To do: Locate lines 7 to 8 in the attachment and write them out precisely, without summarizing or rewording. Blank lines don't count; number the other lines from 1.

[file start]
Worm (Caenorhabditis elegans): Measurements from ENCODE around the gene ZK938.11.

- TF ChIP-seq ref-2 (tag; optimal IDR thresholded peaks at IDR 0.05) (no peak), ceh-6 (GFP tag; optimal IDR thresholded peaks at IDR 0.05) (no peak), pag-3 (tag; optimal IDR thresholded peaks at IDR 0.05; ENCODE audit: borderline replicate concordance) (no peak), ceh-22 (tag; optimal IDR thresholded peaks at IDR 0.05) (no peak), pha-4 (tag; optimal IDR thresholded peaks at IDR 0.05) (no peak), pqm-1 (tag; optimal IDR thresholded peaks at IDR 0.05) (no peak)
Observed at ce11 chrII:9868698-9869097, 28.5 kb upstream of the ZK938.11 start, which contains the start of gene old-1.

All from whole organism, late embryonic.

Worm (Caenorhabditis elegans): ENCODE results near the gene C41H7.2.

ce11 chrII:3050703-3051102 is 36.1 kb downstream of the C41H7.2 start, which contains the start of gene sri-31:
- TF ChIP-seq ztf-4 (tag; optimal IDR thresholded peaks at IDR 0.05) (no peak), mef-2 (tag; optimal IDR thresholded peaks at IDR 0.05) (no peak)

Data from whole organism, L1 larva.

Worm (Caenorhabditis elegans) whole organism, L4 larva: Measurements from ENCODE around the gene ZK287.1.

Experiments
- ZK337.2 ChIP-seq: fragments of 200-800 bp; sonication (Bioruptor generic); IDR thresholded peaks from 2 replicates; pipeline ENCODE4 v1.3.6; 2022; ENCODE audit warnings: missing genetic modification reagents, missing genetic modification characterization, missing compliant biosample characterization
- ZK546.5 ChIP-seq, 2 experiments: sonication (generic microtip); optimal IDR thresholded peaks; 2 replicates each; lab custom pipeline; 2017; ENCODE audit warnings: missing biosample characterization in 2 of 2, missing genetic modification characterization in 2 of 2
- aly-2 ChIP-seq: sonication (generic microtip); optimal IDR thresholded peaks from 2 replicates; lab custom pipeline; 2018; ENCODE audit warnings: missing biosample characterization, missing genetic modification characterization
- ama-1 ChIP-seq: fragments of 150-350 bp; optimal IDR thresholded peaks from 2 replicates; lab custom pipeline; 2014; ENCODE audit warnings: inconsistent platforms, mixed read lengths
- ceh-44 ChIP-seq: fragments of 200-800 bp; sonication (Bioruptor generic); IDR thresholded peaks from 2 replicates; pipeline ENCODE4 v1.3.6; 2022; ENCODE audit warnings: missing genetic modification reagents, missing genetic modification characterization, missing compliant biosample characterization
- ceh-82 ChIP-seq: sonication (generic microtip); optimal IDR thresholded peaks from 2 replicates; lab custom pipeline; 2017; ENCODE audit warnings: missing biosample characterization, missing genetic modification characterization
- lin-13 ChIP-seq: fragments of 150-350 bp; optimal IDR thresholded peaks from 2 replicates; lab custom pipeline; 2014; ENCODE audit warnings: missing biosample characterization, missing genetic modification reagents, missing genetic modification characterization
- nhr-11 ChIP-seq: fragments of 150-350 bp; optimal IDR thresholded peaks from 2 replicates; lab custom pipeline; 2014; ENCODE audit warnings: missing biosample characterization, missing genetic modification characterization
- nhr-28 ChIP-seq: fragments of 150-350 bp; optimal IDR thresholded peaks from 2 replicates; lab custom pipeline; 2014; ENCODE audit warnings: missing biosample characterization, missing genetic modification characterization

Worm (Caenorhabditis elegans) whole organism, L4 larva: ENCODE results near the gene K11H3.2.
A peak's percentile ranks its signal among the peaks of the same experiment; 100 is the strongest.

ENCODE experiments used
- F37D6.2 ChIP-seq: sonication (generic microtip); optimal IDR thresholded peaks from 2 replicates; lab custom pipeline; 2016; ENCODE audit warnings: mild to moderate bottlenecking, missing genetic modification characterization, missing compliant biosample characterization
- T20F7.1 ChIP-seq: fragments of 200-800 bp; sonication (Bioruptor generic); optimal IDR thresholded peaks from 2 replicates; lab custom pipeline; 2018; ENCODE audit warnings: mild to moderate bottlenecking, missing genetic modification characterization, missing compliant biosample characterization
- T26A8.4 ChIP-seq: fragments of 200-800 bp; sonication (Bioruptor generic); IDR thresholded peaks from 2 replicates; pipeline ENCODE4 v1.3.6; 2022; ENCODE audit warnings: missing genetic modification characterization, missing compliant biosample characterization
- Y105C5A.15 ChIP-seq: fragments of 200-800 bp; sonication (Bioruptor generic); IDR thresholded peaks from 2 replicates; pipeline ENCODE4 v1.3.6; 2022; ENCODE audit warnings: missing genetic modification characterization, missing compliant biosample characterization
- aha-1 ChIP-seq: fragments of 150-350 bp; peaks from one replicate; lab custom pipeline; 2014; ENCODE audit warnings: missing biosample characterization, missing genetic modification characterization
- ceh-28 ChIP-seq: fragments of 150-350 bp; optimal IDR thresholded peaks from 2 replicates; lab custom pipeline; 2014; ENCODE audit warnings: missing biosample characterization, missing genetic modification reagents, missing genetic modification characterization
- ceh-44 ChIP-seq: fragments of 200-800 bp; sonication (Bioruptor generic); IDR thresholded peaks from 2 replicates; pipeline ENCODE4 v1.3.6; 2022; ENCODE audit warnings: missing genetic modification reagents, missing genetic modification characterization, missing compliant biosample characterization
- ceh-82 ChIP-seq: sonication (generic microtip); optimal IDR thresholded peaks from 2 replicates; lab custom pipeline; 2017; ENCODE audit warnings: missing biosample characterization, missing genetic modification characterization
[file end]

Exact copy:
- TF ChIP-seq ztf-4 (tag; optimal IDR thresholded peaks at IDR 0.05) (no peak), mef-2 (tag; optimal IDR thresholded peaks at IDR 0.05) (no peak)

Data from whole organism, L1 larva.